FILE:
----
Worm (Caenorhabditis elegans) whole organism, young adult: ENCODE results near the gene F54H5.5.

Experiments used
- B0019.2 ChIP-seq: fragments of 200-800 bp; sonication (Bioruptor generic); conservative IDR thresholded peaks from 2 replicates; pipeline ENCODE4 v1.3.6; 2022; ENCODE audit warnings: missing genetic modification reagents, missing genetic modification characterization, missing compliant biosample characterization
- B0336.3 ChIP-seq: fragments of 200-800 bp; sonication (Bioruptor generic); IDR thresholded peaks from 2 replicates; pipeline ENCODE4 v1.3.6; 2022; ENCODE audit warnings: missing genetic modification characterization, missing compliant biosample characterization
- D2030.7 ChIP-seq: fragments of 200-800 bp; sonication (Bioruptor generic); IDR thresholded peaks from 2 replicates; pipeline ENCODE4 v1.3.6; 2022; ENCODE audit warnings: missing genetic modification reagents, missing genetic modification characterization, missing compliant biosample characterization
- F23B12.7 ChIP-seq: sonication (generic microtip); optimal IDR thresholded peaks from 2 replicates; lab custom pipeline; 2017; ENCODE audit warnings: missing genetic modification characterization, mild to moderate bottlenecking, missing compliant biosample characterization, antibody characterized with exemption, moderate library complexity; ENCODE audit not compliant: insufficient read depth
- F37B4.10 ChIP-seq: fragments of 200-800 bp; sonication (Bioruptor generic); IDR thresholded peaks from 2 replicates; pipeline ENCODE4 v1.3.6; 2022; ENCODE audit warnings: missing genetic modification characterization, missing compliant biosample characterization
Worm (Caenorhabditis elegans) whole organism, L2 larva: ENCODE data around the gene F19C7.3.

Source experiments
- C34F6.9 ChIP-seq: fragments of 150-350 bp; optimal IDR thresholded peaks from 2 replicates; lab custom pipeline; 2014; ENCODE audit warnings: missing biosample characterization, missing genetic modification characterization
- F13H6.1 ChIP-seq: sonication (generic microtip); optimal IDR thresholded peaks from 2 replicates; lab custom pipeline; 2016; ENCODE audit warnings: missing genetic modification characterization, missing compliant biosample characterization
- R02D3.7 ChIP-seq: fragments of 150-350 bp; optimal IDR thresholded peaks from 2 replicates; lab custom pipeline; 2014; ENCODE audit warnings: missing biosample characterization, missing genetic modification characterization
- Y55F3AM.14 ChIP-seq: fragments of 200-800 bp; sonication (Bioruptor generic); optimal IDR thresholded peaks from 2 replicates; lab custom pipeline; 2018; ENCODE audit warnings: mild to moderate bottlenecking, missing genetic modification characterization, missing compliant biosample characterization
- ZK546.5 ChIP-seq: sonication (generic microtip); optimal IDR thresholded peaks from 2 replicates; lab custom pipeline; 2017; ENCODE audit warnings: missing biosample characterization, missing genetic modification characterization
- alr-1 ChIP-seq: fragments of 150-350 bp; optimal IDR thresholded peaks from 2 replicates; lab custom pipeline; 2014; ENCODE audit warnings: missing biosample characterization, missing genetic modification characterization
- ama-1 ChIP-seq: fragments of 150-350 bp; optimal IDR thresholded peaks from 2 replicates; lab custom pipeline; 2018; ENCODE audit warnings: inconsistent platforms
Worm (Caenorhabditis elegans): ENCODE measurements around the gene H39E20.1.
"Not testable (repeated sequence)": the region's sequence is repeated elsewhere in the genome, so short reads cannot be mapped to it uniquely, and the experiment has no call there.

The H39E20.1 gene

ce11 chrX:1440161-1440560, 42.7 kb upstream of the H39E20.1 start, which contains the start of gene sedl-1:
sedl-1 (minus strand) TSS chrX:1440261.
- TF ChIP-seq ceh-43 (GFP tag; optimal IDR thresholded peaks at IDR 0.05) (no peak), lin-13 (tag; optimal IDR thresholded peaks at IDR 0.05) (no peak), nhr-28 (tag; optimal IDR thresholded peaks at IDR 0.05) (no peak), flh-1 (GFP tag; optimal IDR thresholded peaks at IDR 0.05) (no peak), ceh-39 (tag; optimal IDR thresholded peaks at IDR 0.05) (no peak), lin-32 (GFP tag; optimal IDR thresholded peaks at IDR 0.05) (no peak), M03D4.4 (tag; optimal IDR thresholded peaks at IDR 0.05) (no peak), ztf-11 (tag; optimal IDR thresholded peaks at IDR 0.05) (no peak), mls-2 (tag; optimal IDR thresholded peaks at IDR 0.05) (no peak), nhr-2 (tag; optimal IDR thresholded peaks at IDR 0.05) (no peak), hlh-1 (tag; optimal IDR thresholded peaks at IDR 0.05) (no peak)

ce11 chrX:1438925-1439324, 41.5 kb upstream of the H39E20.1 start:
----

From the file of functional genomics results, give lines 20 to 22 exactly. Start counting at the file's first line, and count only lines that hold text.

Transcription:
ce11 chrX:1440161-1440560, 42.7 kb upstream of the H39E20.1 start, which contains the start of gene sedl-1:
sedl-1 (minus strand) TSS chrX:1440261.
- TF ChIP-seq ceh-43 (GFP tag; optimal IDR thresholded peaks at IDR 0.05) (no peak), lin-13 (tag; optimal IDR thresholded peaks at IDR 0.05) (no peak), nhr-28 (tag; optimal IDR thresholded peaks at IDR 0.05) (no peak), flh-1 (GFP tag; optimal IDR thresholded peaks at IDR 0.05) (no peak), ceh-39 (tag; optimal IDR thresholded peaks at IDR 0.05) (no peak), lin-32 (GFP tag; optimal IDR thresholded peaks at IDR 0.05) (no peak), M03D4.4 (tag; optimal IDR thresholded peaks at IDR 0.05) (no peak), ztf-11 (tag; optimal IDR thresholded peaks at IDR 0.05) (no peak), mls-2 (tag; optimal IDR thresholded peaks at IDR 0.05) (no peak), nhr-2 (tag; optimal IDR thresholded peaks at IDR 0.05) (no peak), hlh-1 (tag; optimal IDR thresholded peaks at IDR 0.05) (no peak)